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Promote Sleep Awareness: With Exclusive Commentary From Massage Envy About How to Talk Sleep With Your Clients

Only on Commentary from CG Funk, vice president—industry relations and product development for Massage Envy follows this article, providing verbiage for clients who need a good night's sleep, and explaining how massage can get them there.

The recent NSF 2011 Sleep in America poll finds pervasive use of communications technology in the hour before bed. It also finds that a significant number of Americans aren't getting the sleep they say they need and are searching for ways to cope.

Highlights of the poll include the following.

  • Many Americans report dissatisfaction with their sleep during the week. The poll found that 43% of Americans between the ages of 13–64 say they rarely or never get a good night's sleep on weeknights.
  • Communications technology use before sleep is pervasive. Americans report very active technology use in the hour before trying to sleep. Almost everyone surveyed, 95%, used some type of electronics, such as a television, computer, video game or cell phone at least a few nights a week within the hour before bed. Interestingly, cell phones were sometimes a sleep disturbance. About in one in 10 (9%)of generation Z'ers (13–18 year olds) say that they are awakened after they go to bed every night or almost every night by a phone call, text message or e-mail.
  • Baby boomers are less sleepy than generations Y and Z. Roughly one in five of generation Z'ers (13–18 year olds) and generation Y'ers (19–29 year olds) rate as "sleepy" using a standard clinical assessment tool (included in the poll) compared to about one in 10 generation X'ers (30–45 year olds) and baby boomers (46–64 year olds).
  • Coping with sleepiness through caffeine and naps. Americans are coping with sleepiness by drinking caffeine and taking regular naps. The average person on a weekday drinks about three 12-ounce caffeinated beverages, with little difference between age groups.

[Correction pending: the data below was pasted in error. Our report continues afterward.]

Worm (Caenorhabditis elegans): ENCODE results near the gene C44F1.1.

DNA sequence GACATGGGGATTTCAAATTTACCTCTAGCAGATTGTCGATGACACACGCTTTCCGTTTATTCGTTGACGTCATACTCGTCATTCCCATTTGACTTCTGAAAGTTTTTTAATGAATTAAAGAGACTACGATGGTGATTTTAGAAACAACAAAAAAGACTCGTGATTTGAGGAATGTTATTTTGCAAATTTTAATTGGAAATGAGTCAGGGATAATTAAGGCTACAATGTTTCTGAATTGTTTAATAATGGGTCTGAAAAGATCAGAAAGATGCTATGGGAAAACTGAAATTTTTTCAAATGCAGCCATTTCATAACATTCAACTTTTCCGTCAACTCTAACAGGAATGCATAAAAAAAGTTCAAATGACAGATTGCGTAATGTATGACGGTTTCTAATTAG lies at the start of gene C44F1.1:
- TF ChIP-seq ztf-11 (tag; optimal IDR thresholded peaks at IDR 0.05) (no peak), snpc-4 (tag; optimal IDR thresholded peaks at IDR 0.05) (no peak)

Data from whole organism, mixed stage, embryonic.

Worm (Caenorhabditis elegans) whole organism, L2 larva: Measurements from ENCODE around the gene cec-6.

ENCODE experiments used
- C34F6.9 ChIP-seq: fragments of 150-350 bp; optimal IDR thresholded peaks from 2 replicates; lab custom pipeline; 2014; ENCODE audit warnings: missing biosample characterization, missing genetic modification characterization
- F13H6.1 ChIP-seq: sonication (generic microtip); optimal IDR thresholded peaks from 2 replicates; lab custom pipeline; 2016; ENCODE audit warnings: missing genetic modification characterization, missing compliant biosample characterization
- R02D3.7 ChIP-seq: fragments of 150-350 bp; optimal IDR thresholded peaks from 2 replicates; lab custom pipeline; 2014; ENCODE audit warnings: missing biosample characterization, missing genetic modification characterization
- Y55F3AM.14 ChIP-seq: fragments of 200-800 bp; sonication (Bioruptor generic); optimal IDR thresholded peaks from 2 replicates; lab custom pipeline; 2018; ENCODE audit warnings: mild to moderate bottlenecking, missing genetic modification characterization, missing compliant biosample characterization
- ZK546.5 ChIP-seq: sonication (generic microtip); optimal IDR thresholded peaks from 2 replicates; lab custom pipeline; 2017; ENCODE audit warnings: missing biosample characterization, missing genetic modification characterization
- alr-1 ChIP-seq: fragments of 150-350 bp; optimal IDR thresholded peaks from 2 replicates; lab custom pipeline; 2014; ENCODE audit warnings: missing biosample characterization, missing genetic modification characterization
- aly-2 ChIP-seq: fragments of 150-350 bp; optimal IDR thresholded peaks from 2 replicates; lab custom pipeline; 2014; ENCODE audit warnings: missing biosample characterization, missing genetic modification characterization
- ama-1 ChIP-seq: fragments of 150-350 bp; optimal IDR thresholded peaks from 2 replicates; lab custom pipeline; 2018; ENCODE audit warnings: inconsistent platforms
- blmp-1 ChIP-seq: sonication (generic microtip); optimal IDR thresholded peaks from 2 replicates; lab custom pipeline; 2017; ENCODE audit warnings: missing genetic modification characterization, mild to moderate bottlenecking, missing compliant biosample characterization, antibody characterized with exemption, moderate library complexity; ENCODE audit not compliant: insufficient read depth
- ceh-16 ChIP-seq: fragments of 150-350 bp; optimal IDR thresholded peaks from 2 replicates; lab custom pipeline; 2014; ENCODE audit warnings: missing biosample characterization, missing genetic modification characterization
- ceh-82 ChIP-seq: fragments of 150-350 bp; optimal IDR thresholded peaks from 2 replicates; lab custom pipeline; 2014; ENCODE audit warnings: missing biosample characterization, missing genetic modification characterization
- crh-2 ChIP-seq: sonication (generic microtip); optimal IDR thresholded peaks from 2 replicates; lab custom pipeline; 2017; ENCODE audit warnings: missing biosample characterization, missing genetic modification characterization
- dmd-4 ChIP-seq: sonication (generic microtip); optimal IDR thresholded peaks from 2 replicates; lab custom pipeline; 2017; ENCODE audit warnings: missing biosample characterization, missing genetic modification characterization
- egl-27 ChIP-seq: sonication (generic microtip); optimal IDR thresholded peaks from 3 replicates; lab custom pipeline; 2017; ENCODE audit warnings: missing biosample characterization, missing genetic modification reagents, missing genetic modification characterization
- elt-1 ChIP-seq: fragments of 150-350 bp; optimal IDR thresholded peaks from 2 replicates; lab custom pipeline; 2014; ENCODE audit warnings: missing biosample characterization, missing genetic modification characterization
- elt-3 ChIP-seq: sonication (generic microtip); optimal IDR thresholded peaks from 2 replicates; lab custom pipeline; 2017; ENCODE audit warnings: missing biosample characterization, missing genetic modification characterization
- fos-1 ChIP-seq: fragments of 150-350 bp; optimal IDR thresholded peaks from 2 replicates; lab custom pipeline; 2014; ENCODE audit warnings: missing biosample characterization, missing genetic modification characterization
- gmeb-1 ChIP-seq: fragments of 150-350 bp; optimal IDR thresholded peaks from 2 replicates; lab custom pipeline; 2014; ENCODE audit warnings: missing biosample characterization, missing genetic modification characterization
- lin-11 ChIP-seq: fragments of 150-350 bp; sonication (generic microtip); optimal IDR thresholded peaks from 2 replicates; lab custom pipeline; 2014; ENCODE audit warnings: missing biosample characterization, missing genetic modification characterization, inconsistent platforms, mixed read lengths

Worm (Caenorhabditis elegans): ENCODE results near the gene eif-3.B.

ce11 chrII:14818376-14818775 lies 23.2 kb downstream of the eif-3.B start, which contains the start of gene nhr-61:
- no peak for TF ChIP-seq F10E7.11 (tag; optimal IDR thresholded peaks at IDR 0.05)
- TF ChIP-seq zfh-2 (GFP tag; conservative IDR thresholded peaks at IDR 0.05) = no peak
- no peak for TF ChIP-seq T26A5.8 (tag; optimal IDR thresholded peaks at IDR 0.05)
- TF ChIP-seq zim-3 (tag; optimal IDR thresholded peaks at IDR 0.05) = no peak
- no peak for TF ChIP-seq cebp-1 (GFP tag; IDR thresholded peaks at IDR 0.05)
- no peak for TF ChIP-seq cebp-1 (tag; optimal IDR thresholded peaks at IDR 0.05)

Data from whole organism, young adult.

• Sleepiness also played a factor in safe driving practices. Half of generation Y'ers (50%) say they drove while drowsy at least once in the past month. More than a third of generation X'ers (40%) and approximately a third of generation Z'ers (30%) and baby boomers (28%) also say so.

Read the full results

CG Funk, vice president—industry relations and product development for Massage Envy gives tips for clients about how to ensure better sleep, and explains the role of massage in providing this.

Consider providing these seven helpful tips to clients when they leave your spa to help improve their sleep.

  1. Recognize the importance of sleep. People are programmed to spend one-third of their lives sleeping, and there’s a consequence for not doing it.
  2. Have a routine. Go to bed at the same time, and get up at the same time.
  3. Wind down. Turn off all electronics an hour before bed and wind down with a relaxing activity.
  4. Change your environment. Make sure your bedroom is dark and cool, that there are no lights and beeps from equipment, and your bed is comfortable.
  5. Avoid sleep saboteurs. Avoid caffeine late in the day. Likewise, stay away from alcohol, which might make you feel sleepy, but makes your sleep fragmented later.
  6. Exercise. Exercise is hands-down far and away the best de-stressor out there. And less stress is great for sleep. Just don’t exercise too close to bedtime.
  7. Massage. Massage encourages a deep state of relaxation and reduces stress hormones which will allow the body to naturally relax in the evening.

How massage can help improve sleep

So how can massage help clients get their cortisol levels under control? You’re less likely to have stress interfering with your sleep. There are some good studies that show that massage can actually reduce some of the stress hormone exposure. People who have sleep disorders typically don’t get rested when they sleep. During a massage, they go into a deep state of relaxation, and rest, which can positively affect the body similar to sleep. Massage is essentially affecting the hormone levels. Studies have shown that massage increases serotonin, which increases the melatonin and helps circadian rhythms to reset. Help clients choose a type of massage that feels relaxing to them; good choices are Swedish massage, reflexology, hot stone therapy and cranial sacral therapy.

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